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Was Shakespeare a really good poet?

  1. profile image0
    PhenomWriterposted 5 years ago

    http://s4.hubimg.com/u/5764611_f248.jpg
    Many people find Shakespeare's work as 'tough'; but those who do understand, do understand what a genius he was. But was he a good poet?

    1. Paraglider profile image91
      Paragliderposted 5 years ago in reply to this

      The short answer is 'yes'.
      There are occasions in the plays where he puts some pretty lame poetry in the mouths of his characters, but on these occasions, the character may well be a jester and is not supposed to be a great poet. So it's good characterisation.
      The sonnet sequence is exceptional taken as a whole, with many of the individual sonnets widely recognised as standalone masterpieces.
      (And of course most of the history and tragedy plays are written entirely in blank verse).
      I'm wondering why you asked the question?

      1. profile image0
        PhenomWriterposted 5 years ago in reply to this

        Good that you wondered...

        Do you know what this thing is called Poetry?    -If only you can answer that question I have nothing else to ask.

        1. Paraglider profile image91
          Paragliderposted 5 years ago in reply to this

          I'd settle for Louis Armstrong's answer when asked to define jazz - If you have to ask 'what is it?' you ain't never going to know!

          1. profile image0
            PhenomWriterposted 5 years ago in reply to this

            That makes it subjective...

            1. Paraglider profile image91
              Paragliderposted 5 years ago in reply to this

              Yes, but if thousands of people's subjectivities appear to coalesce around the works of particular poets, maybe there is something of substance there.

              1. profile image0
                PhenomWriterposted 5 years ago in reply to this

                Interesting-- Do you consider ' thousands of people's subjectivities' to be any evidence for any given phenomenon?...like religion, faith, or appreciation of literature?

                1. Paraglider profile image91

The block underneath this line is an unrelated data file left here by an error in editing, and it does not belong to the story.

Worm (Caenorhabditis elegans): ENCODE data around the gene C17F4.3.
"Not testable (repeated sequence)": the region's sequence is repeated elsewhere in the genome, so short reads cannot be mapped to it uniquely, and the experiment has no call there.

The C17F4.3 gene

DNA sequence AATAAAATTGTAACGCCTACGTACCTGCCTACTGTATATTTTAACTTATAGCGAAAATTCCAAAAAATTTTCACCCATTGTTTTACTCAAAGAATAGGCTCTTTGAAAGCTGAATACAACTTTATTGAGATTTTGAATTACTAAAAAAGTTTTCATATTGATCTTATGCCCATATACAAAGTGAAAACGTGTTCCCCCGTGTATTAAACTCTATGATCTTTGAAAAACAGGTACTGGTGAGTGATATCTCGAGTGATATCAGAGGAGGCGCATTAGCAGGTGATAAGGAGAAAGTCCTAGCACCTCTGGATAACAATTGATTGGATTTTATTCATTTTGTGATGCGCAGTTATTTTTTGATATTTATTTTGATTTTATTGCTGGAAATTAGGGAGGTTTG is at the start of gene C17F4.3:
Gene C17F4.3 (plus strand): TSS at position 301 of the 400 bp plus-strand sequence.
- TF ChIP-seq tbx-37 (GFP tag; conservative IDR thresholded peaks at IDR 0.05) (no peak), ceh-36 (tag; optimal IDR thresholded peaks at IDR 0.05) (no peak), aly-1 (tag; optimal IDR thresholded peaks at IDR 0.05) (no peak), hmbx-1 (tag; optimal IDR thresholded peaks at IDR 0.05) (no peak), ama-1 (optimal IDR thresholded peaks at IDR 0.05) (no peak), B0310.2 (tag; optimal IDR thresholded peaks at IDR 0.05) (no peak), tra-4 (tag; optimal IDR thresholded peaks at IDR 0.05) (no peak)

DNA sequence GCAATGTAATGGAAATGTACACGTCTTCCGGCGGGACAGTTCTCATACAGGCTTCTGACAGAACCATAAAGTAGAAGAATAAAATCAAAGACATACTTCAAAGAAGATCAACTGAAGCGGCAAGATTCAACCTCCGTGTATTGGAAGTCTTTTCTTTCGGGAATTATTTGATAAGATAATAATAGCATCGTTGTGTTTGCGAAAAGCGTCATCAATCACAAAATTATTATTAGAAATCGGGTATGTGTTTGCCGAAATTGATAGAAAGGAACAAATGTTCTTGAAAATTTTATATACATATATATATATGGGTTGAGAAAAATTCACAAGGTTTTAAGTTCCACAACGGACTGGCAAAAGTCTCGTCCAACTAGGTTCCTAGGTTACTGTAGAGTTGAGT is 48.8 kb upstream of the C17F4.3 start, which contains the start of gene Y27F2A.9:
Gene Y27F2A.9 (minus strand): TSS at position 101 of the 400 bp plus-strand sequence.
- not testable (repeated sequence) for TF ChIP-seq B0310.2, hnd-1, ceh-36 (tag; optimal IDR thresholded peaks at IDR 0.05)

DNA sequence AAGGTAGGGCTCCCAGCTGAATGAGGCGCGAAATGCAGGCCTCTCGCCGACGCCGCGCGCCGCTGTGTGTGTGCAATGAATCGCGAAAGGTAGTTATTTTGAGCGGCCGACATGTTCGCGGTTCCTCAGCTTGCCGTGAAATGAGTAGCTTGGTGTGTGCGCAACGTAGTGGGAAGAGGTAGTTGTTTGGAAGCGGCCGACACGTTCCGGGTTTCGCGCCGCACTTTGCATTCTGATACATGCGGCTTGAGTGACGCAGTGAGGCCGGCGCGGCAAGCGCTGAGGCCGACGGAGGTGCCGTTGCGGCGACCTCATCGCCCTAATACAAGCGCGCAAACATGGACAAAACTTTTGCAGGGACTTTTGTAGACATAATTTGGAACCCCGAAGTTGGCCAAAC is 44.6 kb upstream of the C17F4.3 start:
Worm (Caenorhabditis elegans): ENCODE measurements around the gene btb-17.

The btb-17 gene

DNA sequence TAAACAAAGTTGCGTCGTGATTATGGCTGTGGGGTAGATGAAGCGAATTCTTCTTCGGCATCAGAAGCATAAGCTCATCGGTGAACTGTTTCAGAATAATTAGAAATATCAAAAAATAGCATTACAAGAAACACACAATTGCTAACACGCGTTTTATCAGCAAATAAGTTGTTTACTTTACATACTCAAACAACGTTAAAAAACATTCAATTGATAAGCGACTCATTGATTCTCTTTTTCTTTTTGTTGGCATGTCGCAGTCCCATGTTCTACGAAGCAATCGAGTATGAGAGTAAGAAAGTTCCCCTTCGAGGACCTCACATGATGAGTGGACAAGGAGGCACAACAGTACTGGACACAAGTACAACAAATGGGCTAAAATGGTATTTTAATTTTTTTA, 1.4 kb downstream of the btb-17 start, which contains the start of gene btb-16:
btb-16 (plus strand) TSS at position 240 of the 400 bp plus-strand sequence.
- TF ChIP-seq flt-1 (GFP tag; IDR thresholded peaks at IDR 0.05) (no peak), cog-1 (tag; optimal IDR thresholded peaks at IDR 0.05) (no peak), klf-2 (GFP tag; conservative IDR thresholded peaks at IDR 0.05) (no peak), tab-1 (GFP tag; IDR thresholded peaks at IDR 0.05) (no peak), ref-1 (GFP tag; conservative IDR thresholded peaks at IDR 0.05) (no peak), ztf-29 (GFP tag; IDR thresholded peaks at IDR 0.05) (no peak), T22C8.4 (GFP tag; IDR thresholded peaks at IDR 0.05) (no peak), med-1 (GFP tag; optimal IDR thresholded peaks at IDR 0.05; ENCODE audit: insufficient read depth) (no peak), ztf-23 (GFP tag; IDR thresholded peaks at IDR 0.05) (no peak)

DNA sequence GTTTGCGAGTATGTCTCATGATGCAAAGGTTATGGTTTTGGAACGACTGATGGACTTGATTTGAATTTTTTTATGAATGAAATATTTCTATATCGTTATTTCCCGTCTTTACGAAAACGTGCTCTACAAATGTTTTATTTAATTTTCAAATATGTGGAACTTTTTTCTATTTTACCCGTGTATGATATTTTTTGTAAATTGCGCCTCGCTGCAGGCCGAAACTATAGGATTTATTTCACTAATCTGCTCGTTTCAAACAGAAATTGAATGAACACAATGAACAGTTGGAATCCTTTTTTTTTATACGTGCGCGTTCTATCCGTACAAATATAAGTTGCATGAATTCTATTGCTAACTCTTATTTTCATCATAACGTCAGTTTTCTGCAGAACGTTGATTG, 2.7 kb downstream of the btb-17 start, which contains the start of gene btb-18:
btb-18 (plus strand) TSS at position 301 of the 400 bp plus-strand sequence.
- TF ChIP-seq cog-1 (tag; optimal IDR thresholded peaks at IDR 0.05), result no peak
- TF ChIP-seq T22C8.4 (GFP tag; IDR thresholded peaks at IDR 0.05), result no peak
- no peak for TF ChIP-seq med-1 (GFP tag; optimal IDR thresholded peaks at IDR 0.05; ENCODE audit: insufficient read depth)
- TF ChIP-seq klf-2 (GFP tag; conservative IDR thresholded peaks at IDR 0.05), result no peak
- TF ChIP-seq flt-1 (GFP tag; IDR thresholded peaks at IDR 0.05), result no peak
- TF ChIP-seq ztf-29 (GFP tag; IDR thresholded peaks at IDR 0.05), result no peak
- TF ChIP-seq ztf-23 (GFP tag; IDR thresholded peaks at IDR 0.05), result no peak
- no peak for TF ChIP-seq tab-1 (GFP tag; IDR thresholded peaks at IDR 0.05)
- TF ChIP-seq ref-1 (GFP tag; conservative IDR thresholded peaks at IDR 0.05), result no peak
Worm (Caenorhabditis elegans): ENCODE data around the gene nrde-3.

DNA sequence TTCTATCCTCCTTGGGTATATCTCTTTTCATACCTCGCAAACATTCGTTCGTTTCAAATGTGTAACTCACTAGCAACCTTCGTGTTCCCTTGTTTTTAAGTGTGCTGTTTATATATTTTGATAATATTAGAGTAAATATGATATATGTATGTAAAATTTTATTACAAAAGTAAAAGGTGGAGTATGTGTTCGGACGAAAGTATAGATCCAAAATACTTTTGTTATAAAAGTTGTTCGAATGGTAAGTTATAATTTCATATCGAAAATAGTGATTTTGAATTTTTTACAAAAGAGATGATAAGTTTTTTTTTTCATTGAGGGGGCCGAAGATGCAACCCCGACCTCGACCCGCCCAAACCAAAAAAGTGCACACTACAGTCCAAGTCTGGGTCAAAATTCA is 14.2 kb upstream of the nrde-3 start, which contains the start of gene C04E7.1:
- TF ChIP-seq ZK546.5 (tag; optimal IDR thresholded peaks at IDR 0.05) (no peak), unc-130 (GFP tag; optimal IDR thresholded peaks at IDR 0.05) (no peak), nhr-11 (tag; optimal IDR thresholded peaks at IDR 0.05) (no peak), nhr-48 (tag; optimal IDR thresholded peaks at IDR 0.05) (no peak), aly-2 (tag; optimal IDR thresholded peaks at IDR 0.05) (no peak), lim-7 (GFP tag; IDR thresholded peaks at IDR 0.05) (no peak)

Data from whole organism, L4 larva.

Paragliderposted 5 years ago in reply to this

                  I don't want to take this to the realms of religion or faith, because I've written plenty of hubs on these topics.
                  But keeping with poetry, the world is full of wannabe poets who are sure their stuff is good. If thousands of people concur in respect of certain individuals, then maybe their stuff really is good. If hardly anyone does, maybe it's not.

                  Of course there are plenty of objective criteria too, especially in formal poetry (such as Shakespeare's).

                  1. profile image0
                    PhenomWriterposted 5 years ago in reply to this

                    Did you say 'may be'...?

                    I will love to hear those objective criteria, if such a thing exists. I never heard anything called 'formal poetry'...nice to get to know such a fabulous form of literature exists.

        2. couturepopcafe profile image60
          couturepopcafeposted 5 years ago in reply to this

          To ask 'what is poetry' is to ask 'what is love'  for
          if i could live upon your tattered brow
          and bathe my heart within your silken tear
          then there would be the portent of my dream
          complete resplendant love unbidden there

          but suddenly i am no longer bold
          remove the words of anger spoken there
          what once was full of life now quickly gone
          the cause of such defeat i can not bear